Right now, I do r&b stuff, so on that side, yes. But on the house side, no. I actually think, if you really listen to what's going on in the urban scene, there's a lot of records that are house records, that are being played right now, that are big records. You've got Timbaland's, you've got a lot of guys that actually studied house, and studied us, and have taken that style and created it for the newer artists. Going back to your original question, yeah, it was crazy when you had Epic Records, and you had Warner Brothers and Atlantic. We did a big body of work for a long time. Every artist that they had coming through there, they wanted us to touch. We were very selective, believe it or not, for those 873 titles that you came up with. We turned down a lot of stuff, too, because there had to be something in the song, that we could relate to, or get an idea for. There was tons of remixers that did everything that came in the door. That’s why they got fizzled out pretty much. We kept it true to what we do, we learned more as we went on, we expanded our sound. We tried different sounds. Like I said before, we tried to bring in different elements to the music that wasn't there. There was guys that were just doing drums, bass, they were sampling the vocal a little bit, and that was the mix. We brought instrumentation in. We brought live strings into the whole thing. Like I said, guitar, and a lot of different instruments into it. I think we took it pretty far, musically, I think.

Little Louie Vega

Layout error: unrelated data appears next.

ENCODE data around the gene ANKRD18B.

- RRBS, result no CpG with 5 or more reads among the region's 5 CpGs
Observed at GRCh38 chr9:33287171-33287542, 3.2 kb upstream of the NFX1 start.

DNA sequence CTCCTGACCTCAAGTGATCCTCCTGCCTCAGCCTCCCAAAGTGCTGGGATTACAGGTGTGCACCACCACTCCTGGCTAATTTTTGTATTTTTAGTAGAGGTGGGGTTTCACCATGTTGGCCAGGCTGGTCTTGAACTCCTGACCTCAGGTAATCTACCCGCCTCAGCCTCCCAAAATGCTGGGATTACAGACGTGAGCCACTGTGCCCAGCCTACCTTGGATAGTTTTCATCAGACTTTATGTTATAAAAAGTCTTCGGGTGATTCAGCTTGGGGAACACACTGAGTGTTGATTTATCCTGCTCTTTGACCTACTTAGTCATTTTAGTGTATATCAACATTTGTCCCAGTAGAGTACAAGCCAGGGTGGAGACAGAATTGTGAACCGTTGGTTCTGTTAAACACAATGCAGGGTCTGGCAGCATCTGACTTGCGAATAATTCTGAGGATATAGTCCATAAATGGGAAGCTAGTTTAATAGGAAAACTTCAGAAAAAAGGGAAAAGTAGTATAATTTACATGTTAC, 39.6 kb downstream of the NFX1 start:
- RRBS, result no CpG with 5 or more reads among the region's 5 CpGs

I think from '85 to '90 I was doing a lot of remixes. I was doing more freestyle and pop. That's when I had done stuff like Debbie Gibson. She was like the Britney Spears of that time, put it that way. I used to do a lot of records that were on the radio. These records were selling 250,000 to half a million copies. It was crazy. I couldn't grow anymore with the music that I was working on. When I got into house music, and Kenny and I started working in 1990, some of the pop artists were still calling me. I said, "Damn, we can't get the artists that can sing on this kind of stuff." Kenny and I thought about this idea. We said, "Let's make the B-sides of the records, and let's put this new style we created on the B-sides of the records, but still grab a hook from the artist and song." Maybe their vocal, it could be any musical hook, something that was really strong and create these things called Masters at Work dubs. We did a few of them, and Atlantic Records was one of the first that really looked out for us. From there, it spread. After we did Atlantic, we did Epic, we did Warner Brothers. And once we put out a few of these dubs, they were so big, they were playing them on the radio. Just a dub. We were even blown away like, "Why are they playing an instrumental on the radio, or this record with this one little hook?" It was so strong in the clubs, and at that time, the club music was influencing radio in New York. Once we did a few of them, then bigger artists started calling. We were like, "Whoa, OK. Madonna wants one? Serious?" We couldn't believe everybody wanted one of those dubs. We just kept going from there. As we started getting more artists that we could work with, we began creating songs out of those dubs, out of that style that we created with these dubs. Our first song that we did was with an artist that we worked with from New York, and it was India. We did "I Can't Get No Sleep." If you listen to "I Can't Get No Sleep," what it really is, is a Masters at Work dub with a song on it, with her singing, sort of ad-libbing.